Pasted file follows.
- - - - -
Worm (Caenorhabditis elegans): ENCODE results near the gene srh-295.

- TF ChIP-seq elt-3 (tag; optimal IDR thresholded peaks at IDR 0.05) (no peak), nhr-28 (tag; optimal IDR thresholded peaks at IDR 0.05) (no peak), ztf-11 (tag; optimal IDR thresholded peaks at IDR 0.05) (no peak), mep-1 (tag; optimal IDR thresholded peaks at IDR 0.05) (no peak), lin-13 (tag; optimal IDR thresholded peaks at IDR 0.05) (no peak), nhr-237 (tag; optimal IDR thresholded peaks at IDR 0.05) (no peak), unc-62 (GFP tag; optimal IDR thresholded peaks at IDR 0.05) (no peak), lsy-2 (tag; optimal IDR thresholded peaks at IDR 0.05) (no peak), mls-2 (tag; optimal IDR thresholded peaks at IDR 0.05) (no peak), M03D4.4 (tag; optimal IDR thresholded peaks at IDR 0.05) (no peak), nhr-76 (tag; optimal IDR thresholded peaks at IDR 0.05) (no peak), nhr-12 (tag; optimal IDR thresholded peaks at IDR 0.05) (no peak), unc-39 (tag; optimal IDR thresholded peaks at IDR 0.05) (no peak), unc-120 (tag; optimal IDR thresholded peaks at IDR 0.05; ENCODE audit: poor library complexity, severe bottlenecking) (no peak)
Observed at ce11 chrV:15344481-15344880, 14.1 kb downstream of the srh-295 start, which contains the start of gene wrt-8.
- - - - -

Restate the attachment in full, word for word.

Worm (Caenorhabditis elegans): ENCODE results near the gene srh-295.

- TF ChIP-seq elt-3 (tag; optimal IDR thresholded peaks at IDR 0.05) (no peak), nhr-28 (tag; optimal IDR thresholded peaks at IDR 0.05) (no peak), ztf-11 (tag; optimal IDR thresholded peaks at IDR 0.05) (no peak), mep-1 (tag; optimal IDR thresholded peaks at IDR 0.05) (no peak), lin-13 (tag; optimal IDR thresholded peaks at IDR 0.05) (no peak), nhr-237 (tag; optimal IDR thresholded peaks at IDR 0.05) (no peak), unc-62 (GFP tag; optimal IDR thresholded peaks at IDR 0.05) (no peak), lsy-2 (tag; optimal IDR thresholded peaks at IDR 0.05) (no peak), mls-2 (tag; optimal IDR thresholded peaks at IDR 0.05) (no peak), M03D4.4 (tag; optimal IDR thresholded peaks at IDR 0.05) (no peak), nhr-76 (tag; optimal IDR thresholded peaks at IDR 0.05) (no peak), nhr-12 (tag; optimal IDR thresholded peaks at IDR 0.05) (no peak), unc-39 (tag; optimal IDR thresholded peaks at IDR 0.05) (no peak), unc-120 (tag; optimal IDR thresholded peaks at IDR 0.05; ENCODE audit: poor library complexity, severe bottlenecking) (no peak)
Observed at ce11 chrV:15344481-15344880, 14.1 kb downstream of the srh-295 start, which contains the start of gene wrt-8.